Some people find that Christians are an odd bunch.
It is quite common in the world for a group of followers or disciples or fans to point to the great deeds that their prophet, guru or football team performed and use those deeds as proof, or at least as supporting evidence, of their idol's greatness.
Christians, on the other hand, point to their leader's execution and say that his death was the most significant thing that he ever did. If you had read some of the stories about what Jesus did you might expect that the symbol that Christians would choose for their faith would be a loaf of bread (as a reminder of Jesus feeding 5000 people with a small basket of food), or a pig (as a reminder of the time he cast out thousands of demons), or a heart (to remember his compassion), or a cup (to remember the time he turned water into wine). Instead the principle symbol of the Christian faith is a cross, as a reminder that Jesus was executed and died.
According to a Christian, Jesus' death is the greatest thing he ever did. Many people might think that the death of Jesus is a sad moment where a brilliant life is prematurely terminated and the story tragically ends. However, according to a Christian, the death of Jesus is a triumph so fantastic that its brilliance eclipses every miracle Jesus ever did. His death is a moment of tremendous, unimaginable, glory, and it is the point where the main story begins. In fact, according to a Christian, Jesus' death is just about the most wonderful thing to have happened since the world began. Odd, very odd.
Even more odd is the Christians' wierd claim that Jesus' death was the greatest thing he did, because at first reading Jesus' death was not something that he did but, rather, something that was done to him, by somebody else.
This article explains why Jesus died and from that it will, I hope, become obvious why Christians consider his death to be the earth shaking, and glorious beginning to a wonderful and exciting story. However, first let me briefly describe what this article will NOT tell you. A political historian might explain why Jesus died in terms of the political power structures of the time and by identifying who offended who. A doctor might explain why Jesus died in terms of the wounds that he suffered and their effect on his physical body. Fascinating as these matters are, they are not actually very important to a Christian, and I am not going to consider them in this article. This article will explain why Jesus died in terms of what his death was meant to achieve or, in other words, its purpose.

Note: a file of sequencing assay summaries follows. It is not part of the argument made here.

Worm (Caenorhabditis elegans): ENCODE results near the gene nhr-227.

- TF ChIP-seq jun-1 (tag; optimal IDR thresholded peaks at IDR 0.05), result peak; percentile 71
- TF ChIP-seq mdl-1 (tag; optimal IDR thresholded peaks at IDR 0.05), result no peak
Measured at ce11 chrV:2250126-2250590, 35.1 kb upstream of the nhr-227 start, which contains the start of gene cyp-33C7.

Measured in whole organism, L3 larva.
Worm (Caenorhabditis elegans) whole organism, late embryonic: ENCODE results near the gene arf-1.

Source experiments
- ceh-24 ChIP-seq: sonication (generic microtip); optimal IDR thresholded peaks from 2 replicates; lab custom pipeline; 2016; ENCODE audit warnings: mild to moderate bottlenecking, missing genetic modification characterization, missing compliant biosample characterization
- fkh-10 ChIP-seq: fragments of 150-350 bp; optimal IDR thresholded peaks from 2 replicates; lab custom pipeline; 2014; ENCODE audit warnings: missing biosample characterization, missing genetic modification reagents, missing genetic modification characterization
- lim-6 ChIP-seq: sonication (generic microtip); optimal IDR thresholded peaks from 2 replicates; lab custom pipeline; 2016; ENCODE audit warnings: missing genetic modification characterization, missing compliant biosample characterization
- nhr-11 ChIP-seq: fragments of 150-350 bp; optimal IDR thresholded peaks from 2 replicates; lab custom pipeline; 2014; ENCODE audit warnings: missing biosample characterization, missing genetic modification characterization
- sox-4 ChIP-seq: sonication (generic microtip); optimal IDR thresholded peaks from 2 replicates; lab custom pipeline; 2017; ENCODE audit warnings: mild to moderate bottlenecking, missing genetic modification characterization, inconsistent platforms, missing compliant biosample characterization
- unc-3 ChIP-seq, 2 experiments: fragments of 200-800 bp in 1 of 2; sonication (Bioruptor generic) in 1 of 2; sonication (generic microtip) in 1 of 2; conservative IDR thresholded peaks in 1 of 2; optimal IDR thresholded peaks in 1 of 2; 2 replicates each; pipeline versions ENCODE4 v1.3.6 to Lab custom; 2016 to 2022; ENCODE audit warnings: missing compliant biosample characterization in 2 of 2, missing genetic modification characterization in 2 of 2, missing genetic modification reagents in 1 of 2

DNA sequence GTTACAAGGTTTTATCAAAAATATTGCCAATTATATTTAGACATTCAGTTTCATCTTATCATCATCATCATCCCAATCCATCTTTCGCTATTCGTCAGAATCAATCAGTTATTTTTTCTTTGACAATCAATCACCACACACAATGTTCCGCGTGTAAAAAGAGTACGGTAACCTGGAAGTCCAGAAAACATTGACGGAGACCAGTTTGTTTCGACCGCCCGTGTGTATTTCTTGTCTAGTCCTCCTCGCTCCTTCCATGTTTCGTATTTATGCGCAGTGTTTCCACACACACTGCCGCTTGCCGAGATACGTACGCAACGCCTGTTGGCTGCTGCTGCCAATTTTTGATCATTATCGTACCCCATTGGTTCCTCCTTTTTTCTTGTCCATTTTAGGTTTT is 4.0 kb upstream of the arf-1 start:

Death is the terminal fact of life. Death is that which takes us away from our hopes and our dreams of life. When a person dies they leave behind them only unfinished business and a smelly, decomposing corpse. Death is a one way trip into the unknown and the unknowable. From a biblical viewpoint death does not just separate a man from the sunshine, food, family and friends, it is also something that separates a man from God. Yet death is not nothingness and it is not a destination. From a biblical viewpoint death is more like a state that a man can enter even while his body functions. A man dies and for a few moments his heart continues to beat, and blood continues for a while to flow, the cells of his body main remain operational for several minutes or hours but despite this biologcal continuation the man himself has somehow already gone. In this sense, bodily death is the occasion at which a man permanently departs from sunshine, food, friends and family. His flesh remains but he moves on. Yet a man can, according to the Bible, can be dead even before this departure and thus we see that death is not a single state but can be approached in phases. In state one of death, a man has no communion with God and in state two of death he departs from his own body and enters a state that the living can neither enter not perceive nor comprehend. In death a man is separated from his bodily senses and also from communion with God, and therefore once a man enters death, death holds him as its prisoner.